Whether it’s cybersecurity attacks, acts of terrorism or natural disasters, the stability of enterprise networks is under constant threat. No one can say for certain what’s going to happen next, which is why enterprises need to hope for the best, but plan for the worst.
A network resilience/disaster recovery strategy is like an insurance policy: you hope you never need it, but the time to invest in one is before you need it. No one enjoys paying for redundant systems and infrastructure they may never need to use, but the risk of failing to create a backup plan is so great that it would be foolish and shortsighted not to. That’s why enterprises need to strike the proper balance: keeping disaster recovery spending as low as possible during the good times, while also ensuring the flexibility to deploy backup infrastructure quickly during the bad times.
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An effective network resilience strategy depends on fully understanding the vulnerabilities facing your network, coming up with a backup plan to work around those vulnerabilities, and being able to execute that plan quickly.
Understanding the risks facing your network
As companies moved to remote work over the last two years, network infrastructure shifted to help accommodate this new reality. This shift has left some enterprises with an outdated understanding of how their network infrastructure works, and what they need to do to make sure it keeps working. Although enterprise networks have proven to be remarkably resilient in recent years, that didn’t happen by chance: many hard-working network engineers put in countless hours to make it so. Enterprise leaders shouldn’t get lured into a false sense of security. Instead, they need to get proactive about ensuring they’ll be ready if a major network outage does occur in the future.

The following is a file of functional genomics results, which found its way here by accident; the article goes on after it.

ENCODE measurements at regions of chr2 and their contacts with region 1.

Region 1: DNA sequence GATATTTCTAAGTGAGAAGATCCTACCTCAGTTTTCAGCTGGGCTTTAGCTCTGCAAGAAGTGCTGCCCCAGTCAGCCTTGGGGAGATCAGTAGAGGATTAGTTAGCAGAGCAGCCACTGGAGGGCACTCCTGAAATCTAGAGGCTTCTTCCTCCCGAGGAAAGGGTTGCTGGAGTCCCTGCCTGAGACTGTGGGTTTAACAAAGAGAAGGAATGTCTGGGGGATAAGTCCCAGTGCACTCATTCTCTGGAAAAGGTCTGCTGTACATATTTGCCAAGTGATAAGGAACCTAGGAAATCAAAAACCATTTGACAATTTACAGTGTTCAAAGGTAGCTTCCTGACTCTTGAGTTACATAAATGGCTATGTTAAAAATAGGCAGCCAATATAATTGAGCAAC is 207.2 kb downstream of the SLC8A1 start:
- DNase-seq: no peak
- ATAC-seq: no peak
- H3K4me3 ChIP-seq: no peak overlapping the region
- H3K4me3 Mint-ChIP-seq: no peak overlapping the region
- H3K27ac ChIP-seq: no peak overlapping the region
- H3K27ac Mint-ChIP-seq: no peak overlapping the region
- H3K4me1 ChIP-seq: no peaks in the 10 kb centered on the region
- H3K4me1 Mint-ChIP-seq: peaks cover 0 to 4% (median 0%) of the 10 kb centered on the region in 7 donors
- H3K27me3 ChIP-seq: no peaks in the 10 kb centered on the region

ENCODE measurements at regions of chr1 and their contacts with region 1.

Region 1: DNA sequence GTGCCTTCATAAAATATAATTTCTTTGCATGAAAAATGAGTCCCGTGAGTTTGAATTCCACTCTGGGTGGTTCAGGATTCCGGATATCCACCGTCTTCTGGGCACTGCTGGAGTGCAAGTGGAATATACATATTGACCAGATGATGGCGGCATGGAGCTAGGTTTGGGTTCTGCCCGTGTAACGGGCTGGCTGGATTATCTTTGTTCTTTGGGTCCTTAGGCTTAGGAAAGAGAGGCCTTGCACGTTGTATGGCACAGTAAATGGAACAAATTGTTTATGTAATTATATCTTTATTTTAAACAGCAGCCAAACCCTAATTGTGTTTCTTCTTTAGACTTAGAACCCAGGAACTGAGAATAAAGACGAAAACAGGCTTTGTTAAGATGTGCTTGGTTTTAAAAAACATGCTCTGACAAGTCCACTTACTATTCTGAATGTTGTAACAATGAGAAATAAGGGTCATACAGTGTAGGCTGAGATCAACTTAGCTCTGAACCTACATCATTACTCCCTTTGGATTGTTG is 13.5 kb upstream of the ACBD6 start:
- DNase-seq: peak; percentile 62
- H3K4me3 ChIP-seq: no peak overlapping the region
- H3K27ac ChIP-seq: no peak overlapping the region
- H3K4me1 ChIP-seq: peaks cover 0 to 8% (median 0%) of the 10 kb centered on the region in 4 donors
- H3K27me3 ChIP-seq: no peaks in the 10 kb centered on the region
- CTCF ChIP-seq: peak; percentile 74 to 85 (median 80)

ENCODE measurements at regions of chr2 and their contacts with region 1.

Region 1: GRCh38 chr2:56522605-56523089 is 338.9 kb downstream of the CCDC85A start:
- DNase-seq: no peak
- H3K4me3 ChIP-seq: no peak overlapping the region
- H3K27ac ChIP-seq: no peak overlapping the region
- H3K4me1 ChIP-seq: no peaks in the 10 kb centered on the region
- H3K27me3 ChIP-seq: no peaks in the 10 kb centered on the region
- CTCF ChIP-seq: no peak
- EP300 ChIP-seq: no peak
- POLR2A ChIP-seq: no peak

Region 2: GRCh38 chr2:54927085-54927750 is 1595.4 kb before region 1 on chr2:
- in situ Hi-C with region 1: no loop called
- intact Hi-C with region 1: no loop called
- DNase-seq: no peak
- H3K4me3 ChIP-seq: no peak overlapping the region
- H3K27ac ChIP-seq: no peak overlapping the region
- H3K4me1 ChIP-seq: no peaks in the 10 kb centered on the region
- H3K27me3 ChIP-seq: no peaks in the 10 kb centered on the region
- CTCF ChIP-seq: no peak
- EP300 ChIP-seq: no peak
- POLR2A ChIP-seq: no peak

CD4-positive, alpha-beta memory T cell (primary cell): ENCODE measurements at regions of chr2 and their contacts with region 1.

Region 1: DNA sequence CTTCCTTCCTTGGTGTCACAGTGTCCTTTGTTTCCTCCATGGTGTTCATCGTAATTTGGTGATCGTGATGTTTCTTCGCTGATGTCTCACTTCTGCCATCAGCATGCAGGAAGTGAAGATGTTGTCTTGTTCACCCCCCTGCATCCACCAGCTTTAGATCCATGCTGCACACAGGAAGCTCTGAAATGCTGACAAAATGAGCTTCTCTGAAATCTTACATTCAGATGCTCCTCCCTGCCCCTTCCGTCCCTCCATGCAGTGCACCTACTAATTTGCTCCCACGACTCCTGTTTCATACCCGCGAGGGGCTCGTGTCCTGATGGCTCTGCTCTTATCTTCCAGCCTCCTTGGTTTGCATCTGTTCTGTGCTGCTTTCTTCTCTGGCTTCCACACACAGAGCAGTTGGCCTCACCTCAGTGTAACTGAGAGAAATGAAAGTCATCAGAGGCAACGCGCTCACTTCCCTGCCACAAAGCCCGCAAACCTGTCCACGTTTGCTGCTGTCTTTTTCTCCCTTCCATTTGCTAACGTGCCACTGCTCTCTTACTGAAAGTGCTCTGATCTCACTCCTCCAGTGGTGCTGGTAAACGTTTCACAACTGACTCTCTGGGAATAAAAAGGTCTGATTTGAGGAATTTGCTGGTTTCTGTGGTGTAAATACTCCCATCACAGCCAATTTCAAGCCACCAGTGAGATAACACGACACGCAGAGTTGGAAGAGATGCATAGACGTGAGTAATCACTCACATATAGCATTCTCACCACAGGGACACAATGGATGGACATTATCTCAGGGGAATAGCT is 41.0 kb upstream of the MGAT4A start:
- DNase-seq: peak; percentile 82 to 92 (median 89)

To do this, start by understanding exactly where your traffic is currently flowing. This means both the provider networks you’re using and where they’re physically routing your data. If your network traffic passes through geopolitical hotspots or areas where volcanoes, earthquakes and other natural disasters are common, it’s important you understand that and prepare accordingly. If a subsea cable does get cut or damaged, you don’t want to be caught unprepared. Identify what the alternatives are in advance, and create a plan for how to enact those alternatives as quickly as possible.